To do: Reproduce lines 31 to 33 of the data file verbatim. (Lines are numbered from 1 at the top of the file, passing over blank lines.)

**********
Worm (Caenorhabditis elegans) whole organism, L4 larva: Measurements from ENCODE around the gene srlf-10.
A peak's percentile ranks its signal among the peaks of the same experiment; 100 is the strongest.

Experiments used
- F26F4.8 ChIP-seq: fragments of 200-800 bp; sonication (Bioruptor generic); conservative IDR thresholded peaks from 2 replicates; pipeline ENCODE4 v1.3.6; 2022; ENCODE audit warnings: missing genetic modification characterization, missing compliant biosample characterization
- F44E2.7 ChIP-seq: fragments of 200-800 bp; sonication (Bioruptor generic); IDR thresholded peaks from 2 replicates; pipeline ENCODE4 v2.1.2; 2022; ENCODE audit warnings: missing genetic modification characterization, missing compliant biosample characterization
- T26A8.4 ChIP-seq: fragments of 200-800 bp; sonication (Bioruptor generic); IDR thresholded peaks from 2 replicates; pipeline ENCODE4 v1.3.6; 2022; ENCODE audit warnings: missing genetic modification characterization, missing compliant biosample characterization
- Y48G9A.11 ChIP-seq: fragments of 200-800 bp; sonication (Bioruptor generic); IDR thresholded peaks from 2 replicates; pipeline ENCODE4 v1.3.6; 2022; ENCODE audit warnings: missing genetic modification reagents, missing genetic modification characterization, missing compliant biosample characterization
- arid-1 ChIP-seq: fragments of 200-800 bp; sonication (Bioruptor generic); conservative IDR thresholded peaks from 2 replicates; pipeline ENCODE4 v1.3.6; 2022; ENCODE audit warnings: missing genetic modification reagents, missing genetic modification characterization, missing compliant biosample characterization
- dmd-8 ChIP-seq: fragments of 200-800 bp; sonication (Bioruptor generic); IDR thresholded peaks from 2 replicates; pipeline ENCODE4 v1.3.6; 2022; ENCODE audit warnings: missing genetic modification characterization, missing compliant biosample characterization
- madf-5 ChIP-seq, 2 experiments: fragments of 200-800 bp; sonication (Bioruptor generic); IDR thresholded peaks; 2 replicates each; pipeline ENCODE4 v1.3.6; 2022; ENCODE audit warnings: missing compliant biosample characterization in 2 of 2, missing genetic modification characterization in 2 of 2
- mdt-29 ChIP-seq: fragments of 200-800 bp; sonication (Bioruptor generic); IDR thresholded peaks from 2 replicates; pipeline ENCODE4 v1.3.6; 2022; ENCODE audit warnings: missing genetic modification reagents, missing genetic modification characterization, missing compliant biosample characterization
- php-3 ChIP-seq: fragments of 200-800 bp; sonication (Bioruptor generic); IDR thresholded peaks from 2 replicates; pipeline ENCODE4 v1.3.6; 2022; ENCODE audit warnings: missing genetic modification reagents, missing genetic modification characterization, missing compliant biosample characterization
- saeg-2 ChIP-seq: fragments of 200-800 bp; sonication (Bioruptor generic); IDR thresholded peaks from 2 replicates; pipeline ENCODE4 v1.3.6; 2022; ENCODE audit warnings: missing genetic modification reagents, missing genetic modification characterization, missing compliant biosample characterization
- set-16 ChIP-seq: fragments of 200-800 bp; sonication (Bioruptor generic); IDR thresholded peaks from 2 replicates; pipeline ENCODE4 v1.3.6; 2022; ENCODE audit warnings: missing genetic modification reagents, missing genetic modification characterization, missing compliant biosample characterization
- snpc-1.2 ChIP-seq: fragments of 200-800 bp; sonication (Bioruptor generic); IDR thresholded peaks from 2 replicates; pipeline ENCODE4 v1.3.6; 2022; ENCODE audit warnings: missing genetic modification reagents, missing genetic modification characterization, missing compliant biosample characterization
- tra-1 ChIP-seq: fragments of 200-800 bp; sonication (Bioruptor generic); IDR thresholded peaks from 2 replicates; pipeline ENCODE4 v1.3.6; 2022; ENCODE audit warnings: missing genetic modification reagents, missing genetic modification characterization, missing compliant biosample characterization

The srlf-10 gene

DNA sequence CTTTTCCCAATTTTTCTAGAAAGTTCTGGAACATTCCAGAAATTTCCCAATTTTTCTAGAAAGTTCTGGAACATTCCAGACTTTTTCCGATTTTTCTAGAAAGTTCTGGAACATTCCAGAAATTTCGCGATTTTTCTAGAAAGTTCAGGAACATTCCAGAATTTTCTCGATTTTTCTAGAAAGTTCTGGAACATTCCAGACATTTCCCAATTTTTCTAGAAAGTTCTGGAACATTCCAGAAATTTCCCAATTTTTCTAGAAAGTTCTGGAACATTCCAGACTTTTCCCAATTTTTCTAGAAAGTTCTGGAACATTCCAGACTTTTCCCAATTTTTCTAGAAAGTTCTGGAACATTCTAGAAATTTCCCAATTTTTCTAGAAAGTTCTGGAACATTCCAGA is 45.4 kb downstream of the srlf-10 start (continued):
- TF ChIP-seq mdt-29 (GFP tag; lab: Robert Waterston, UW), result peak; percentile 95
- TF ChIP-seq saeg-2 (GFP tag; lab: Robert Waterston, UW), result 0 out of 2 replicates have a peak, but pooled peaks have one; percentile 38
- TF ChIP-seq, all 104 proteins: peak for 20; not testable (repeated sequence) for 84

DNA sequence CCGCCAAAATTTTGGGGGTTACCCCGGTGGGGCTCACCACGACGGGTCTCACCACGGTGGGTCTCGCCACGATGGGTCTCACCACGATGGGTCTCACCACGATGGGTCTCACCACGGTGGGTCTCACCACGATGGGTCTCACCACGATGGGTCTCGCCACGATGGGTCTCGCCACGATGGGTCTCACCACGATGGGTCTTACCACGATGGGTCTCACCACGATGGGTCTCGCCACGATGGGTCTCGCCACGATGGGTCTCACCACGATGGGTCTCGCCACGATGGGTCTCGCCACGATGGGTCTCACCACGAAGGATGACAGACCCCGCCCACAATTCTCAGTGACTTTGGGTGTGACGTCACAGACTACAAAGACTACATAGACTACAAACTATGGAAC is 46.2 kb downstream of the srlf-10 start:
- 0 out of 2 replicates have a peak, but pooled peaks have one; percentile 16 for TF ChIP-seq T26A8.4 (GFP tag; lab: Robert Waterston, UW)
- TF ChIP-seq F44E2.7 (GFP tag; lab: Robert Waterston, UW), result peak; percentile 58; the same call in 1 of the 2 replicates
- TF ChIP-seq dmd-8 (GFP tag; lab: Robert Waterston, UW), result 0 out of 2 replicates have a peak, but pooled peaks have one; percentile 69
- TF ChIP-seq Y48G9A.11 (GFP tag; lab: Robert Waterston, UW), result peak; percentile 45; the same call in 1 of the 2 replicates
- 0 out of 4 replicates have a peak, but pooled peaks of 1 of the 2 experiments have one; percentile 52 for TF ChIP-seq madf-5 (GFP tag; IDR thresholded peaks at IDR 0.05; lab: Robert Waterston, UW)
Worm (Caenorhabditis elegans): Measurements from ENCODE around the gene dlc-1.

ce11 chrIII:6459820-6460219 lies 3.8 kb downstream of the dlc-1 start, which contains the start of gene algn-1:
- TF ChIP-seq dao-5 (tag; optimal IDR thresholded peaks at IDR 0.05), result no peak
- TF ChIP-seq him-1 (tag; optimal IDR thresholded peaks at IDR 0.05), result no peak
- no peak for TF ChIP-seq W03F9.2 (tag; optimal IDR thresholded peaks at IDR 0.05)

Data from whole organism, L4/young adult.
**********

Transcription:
- TF ChIP-seq him-1 (tag; optimal IDR thresholded peaks at IDR 0.05), result no peak
- no peak for TF ChIP-seq W03F9.2 (tag; optimal IDR thresholded peaks at IDR 0.05)

Data from whole organism, L4/young adult.